Of course, the level she was hired for and how she’s being used are two different things, and the latest twist in RBV’s knickers is that apparently, Kampa is going to dance some fairly major roles in the near future.  And of course, his/her other “muse,” (and non-Vaganova graduate) Oxana Skorik, has been promoted to First Soloist while his/her own darling, the wildly talented Yulia Stepanova, has just now been promoted to coryphee after wallowing in the corps for a couple of years.  RBV has to be hitting the vodka pretty hard these days to get over that one.

I guess one could make an issue of the arrogance of Kampa’s claim that she had been hired as a coryphee.  However, as far as I know, this claim never really resonated in the U.S., where it would have had the most positive impact.  (I only found out about it on the internet after searching long and hard.)  Instead, it is claimed, it was published in a European magazine.  This leads me to believe that it may have been a misunderstanding and/or a misquote.  Or maybe Kampa really believed she had been hired as a coryphee and was horribly mistaken.  Or maybe someone in management changed their mind.  Who knows. This is Russian ballet, after all; and there are mysteries on top of enigmas.  It’s likely that we will not learn the absolute truth of it in our lifetime.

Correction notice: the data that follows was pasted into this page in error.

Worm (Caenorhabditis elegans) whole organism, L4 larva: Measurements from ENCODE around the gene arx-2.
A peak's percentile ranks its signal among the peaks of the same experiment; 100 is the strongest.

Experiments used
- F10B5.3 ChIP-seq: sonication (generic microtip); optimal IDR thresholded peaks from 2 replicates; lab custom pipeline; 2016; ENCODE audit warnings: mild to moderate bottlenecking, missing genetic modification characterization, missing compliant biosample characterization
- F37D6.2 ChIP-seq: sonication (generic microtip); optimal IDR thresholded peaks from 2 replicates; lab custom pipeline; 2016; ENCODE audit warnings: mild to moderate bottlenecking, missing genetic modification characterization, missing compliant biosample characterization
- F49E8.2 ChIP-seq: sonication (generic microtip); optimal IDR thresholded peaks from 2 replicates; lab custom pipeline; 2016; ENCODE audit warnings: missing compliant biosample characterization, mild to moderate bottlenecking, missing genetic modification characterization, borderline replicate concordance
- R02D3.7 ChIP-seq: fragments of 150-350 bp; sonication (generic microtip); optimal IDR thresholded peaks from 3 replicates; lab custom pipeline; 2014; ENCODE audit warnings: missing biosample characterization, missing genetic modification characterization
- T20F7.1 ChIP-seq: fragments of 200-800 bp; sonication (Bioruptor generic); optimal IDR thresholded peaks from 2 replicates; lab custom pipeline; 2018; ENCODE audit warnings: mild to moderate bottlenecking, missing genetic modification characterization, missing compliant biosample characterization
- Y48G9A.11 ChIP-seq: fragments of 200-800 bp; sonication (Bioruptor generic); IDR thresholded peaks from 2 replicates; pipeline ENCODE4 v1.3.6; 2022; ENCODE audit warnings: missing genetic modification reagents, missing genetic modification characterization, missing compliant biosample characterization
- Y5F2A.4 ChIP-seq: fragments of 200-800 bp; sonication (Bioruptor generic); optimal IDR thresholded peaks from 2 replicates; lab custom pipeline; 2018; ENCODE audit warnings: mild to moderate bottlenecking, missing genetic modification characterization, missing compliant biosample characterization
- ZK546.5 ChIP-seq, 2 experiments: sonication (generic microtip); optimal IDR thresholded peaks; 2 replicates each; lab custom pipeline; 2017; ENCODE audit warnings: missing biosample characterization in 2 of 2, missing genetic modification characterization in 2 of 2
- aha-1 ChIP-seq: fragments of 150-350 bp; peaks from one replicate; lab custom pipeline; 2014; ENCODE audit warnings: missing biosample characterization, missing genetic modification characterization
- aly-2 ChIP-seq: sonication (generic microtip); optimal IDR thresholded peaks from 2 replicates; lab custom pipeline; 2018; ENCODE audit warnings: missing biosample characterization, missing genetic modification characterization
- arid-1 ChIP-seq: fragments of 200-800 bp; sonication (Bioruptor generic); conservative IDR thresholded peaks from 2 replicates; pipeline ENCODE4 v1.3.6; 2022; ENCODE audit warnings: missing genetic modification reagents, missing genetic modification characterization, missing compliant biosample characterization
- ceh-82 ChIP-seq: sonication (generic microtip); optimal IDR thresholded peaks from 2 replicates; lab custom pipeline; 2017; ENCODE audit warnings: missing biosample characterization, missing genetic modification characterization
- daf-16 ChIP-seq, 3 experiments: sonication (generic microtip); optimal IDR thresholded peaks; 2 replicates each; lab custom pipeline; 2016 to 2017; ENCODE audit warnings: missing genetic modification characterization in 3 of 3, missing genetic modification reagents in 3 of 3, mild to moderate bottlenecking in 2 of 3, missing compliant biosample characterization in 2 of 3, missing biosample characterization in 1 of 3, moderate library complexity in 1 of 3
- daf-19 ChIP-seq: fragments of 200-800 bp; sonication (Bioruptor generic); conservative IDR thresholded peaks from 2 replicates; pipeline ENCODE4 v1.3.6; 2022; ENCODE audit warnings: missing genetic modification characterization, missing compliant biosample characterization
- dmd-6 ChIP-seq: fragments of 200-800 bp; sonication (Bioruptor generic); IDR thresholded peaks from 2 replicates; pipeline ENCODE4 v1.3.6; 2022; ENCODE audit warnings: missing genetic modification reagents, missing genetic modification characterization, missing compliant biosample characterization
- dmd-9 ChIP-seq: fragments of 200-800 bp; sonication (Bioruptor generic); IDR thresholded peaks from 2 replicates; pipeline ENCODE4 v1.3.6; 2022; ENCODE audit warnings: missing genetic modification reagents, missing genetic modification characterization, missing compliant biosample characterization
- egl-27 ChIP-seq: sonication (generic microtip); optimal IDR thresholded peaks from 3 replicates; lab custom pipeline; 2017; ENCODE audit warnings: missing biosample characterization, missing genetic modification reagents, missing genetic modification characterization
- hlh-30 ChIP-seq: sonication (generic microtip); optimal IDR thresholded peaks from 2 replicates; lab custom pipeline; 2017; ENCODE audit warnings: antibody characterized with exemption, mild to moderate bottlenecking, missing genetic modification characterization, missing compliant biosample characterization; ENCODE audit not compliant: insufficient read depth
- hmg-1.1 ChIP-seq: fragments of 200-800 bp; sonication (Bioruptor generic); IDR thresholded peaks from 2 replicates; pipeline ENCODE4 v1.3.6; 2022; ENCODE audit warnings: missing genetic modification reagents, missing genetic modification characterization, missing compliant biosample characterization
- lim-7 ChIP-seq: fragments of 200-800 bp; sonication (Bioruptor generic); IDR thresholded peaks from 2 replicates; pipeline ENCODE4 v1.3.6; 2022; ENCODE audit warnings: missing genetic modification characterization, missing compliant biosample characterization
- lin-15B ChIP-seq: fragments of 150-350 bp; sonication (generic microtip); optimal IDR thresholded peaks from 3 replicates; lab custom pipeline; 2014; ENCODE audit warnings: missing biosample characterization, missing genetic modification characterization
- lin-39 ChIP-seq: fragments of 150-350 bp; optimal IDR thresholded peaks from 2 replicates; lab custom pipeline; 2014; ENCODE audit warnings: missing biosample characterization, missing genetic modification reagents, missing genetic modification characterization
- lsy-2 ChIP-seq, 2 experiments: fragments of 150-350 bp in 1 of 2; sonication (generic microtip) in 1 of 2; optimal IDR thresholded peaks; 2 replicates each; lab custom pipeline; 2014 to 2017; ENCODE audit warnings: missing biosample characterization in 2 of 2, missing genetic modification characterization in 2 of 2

Anyway, to Kampa’s “sister,”: Hon I know you read this, and I know you are now thinking that I said terrible things about your sister and of course you will write me a comment about the length of “War and Peace,” which will illustrate nothing but the fact that you apparently read only about every third word I wrote and comprehended about a 10th of what you did read.  Leave this blog in peace, dear (I ask this although I know you lack the grace, maturity and self-assurance to do so).  Thank you.

And to RBV: get out more.  Honestly.  There’s a whole huge world of ballet out there that you’re missing.

But I do love your videos.


This is risky, but… July 24, 2012

I’m still intrigued by the extreme claims against David Hallberg which were made by Eric Conrad.  These claims, as you may know, seemed to extend beyond Hallberg to the danseuses Keenan Kampa (Maryinsky), and Joy Womack (Bolshoi).  Actually he only mentioned Womack, but the natural extension of that is Kampa, whose situation at the Maryinsky has been the forerunner of Womack’s at the Bolshoi.